In India they know how to care for the skin. For thousands of years they have done so using natural and sustainable methods. New consumer trends around the world – including in India – and a growing preference for greener, organic products free of synthetic ingredients, point to a great future for Ayurvedic cosmetics.
Ayurveda, which in Sanskrit approximately means "science of life", is the traditional philosophy regarding health in India. This ancient form of medicine emphasises balance between body, mind and nature. It is the most widely used traditional medicine system, with almost half a million ayurvedic doctors and 2,500 ayurvedic hospitals. A typical ayurvedic formula may contain more than 20 medicinal herbs and spices, selected from among the 2,700 used in India. In fact, the Indian Ministry of Health officially recognizes 418 plants. Read More
Seaweed (alga) is a hit in the anti-ageing skin care market. Many cosmetics are using seaweed as their star ingredient, attributing it with beneficial properties for enhancing our appearance. Creams and lotions of all kinds are prepared from "seaweed extract". How genuine is its anti-ageing properties? Or is this a question of misleading advertising?
Many companies, especially from France, Canada, the USA and Australia, sell harvested seaweed extract as an ingredient for personal care products. Their advertising usually emphasizes that the extract is a very useful anti-skin-ageing alternative. Algae are organisms that are simpler than land plants. There are thousands of species worldwide, some used since time immemorial for various purposes (in China they have been used since 5,000 years ago). Read More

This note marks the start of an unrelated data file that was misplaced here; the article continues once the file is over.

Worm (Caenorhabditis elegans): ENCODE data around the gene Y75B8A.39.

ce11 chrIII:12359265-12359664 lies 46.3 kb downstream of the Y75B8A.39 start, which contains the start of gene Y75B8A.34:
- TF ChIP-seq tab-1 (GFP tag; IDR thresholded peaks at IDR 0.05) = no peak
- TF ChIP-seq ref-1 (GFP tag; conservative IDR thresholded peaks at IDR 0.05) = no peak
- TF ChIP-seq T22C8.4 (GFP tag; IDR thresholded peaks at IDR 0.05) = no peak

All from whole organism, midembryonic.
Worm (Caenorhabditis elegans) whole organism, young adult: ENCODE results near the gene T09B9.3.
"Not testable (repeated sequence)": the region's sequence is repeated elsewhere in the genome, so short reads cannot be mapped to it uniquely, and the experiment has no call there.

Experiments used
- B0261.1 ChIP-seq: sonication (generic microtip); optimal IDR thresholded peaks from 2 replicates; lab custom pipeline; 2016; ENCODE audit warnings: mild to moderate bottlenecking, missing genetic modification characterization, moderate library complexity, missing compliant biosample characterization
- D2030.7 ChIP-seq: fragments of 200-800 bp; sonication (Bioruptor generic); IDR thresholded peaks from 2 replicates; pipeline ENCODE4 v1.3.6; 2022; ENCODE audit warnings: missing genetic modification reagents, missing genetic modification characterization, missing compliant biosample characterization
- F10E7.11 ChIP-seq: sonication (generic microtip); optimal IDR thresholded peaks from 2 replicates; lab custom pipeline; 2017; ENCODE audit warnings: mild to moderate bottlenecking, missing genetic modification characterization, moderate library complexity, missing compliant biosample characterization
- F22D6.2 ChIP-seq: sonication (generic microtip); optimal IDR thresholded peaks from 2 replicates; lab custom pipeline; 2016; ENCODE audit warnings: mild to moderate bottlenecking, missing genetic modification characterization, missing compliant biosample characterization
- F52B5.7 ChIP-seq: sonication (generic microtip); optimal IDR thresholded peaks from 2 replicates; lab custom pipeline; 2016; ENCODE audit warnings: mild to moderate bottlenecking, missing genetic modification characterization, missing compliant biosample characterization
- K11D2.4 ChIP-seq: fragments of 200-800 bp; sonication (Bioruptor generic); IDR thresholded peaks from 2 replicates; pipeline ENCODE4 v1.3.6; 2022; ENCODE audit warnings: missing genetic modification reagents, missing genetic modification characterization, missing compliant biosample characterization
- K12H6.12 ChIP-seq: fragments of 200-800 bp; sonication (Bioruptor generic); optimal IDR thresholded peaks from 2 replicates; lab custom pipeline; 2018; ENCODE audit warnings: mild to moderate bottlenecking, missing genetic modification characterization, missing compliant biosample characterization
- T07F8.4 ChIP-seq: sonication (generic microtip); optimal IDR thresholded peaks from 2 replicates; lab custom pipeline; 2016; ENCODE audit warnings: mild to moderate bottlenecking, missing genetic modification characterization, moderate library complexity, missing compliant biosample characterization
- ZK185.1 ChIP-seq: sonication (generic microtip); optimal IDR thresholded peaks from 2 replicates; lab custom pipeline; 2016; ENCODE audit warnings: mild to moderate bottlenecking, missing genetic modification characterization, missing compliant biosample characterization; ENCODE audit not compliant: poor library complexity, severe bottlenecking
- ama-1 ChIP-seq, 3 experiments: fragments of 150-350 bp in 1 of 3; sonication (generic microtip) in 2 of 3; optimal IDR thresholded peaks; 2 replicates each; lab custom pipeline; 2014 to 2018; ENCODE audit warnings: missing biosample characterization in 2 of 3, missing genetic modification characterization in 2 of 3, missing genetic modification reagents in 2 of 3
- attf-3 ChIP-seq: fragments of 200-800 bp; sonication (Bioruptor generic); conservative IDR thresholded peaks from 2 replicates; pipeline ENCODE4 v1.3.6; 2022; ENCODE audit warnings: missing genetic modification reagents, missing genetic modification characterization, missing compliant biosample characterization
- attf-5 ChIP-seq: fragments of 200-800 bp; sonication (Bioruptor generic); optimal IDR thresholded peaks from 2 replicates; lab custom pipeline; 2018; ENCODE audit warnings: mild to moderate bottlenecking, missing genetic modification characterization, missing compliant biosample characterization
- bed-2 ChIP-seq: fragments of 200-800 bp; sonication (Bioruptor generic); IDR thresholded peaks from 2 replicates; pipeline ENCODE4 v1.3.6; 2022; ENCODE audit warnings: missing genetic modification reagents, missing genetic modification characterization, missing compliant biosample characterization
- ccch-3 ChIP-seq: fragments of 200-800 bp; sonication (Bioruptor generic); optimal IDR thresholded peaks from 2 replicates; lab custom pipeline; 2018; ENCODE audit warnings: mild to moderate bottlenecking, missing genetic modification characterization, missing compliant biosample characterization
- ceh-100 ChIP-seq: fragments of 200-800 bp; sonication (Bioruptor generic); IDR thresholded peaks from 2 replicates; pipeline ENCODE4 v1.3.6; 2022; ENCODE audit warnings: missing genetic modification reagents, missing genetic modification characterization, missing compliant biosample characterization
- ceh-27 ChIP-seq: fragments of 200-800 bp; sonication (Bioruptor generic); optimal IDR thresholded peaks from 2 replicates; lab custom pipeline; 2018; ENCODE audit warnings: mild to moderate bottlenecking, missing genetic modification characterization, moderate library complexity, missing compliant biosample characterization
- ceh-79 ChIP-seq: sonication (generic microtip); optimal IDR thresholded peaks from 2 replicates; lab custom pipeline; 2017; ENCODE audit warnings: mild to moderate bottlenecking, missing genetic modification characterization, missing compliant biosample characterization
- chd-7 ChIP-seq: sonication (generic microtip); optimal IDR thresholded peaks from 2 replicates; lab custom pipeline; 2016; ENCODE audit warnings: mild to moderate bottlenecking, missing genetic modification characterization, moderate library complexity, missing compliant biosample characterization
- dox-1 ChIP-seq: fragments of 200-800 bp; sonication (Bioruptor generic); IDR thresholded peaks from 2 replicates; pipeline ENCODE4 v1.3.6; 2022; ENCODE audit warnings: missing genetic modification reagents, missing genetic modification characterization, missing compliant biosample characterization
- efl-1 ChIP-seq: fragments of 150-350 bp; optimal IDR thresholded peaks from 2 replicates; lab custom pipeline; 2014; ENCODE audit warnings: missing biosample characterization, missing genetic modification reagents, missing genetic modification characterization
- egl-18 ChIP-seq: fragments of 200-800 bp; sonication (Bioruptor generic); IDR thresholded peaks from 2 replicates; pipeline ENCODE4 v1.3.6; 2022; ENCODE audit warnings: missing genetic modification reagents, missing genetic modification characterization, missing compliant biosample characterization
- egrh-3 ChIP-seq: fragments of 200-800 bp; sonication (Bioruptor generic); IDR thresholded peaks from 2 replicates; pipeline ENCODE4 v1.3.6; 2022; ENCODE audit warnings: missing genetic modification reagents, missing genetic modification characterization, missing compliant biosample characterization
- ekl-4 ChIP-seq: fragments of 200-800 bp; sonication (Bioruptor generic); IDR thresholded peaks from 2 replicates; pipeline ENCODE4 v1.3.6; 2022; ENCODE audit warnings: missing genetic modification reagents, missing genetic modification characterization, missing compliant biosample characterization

Mexicans say that blue agave – the plant used to make tequila, the national drink of Mexico – has many health benefits. Now it seems that it also helps reduce skin wrinkles. We’ll soon have cosmetics based on agave tequilana.
A French company specializing in the production of natural ingredients for the cosmetics industry has launched an active ingredient in the market that could represent an alternative to the hyaluronic acid used in many cosmetic formulas. As we age, the production of hyaluronic acid in our skin decreases. The new ingredient, based on yeast oligosaccharides from blue agave leaves, works by stimulating the natural internal synthesis of hyaluronic acid. The skin is better hydrated and so becomes softer and smoother. Read More
The growing popularity of smartphones and tablets worldwide has led to the emergence of thousands of medical apps, a good number referring to care, problems and disorders of the skin. Some are professional tools that facilitate the work of doctors, but others are aimed at the general public. Are all of them risk-free? Can we safely use them for our skin?
Some 40,000 medical apps are available; most likely you have already downloaded some to your mobile device. Undoubtedly, these new technological advances will bring great benefits to the world's population in the future. Creators of apps have not failed to notice the growing interest in skin care, which explains why hundreds of apps are available today offering tips to keep our skin healthy and beautiful and diagnosing all types of skin disorders. There are even apps that will tell you if a mole could be cancerous. Most skin care apps are free. Read More